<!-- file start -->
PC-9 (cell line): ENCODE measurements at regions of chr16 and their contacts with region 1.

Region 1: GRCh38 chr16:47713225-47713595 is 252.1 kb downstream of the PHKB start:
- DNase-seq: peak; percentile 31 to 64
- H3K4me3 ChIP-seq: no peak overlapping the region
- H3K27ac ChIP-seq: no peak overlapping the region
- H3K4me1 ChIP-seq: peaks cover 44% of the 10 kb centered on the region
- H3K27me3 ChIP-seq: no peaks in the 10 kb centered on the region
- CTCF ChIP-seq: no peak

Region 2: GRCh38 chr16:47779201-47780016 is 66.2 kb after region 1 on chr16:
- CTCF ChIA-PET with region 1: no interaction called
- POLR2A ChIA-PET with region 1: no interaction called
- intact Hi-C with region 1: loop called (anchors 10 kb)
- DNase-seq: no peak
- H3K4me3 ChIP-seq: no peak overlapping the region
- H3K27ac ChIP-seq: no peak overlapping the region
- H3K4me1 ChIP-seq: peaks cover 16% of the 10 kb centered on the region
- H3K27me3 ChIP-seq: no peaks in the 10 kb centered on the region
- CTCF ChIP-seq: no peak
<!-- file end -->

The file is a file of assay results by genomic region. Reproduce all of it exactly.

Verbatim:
PC-9 (cell line): ENCODE measurements at regions of chr16 and their contacts with region 1.

Region 1: GRCh38 chr16:47713225-47713595 is 252.1 kb downstream of the PHKB start:
- DNase-seq: peak; percentile 31 to 64
- H3K4me3 ChIP-seq: no peak overlapping the region
- H3K27ac ChIP-seq: no peak overlapping the region
- H3K4me1 ChIP-seq: peaks cover 44% of the 10 kb centered on the region
- H3K27me3 ChIP-seq: no peaks in the 10 kb centered on the region
- CTCF ChIP-seq: no peak

Region 2: GRCh38 chr16:47779201-47780016 is 66.2 kb after region 1 on chr16:
- CTCF ChIA-PET with region 1: no interaction called
- POLR2A ChIA-PET with region 1: no interaction called
- intact Hi-C with region 1: loop called (anchors 10 kb)
- DNase-seq: no peak
- H3K4me3 ChIP-seq: no peak overlapping the region
- H3K27ac ChIP-seq: no peak overlapping the region
- H3K4me1 ChIP-seq: peaks cover 16% of the 10 kb centered on the region
- H3K27me3 ChIP-seq: no peaks in the 10 kb centered on the region
- CTCF ChIP-seq: no peak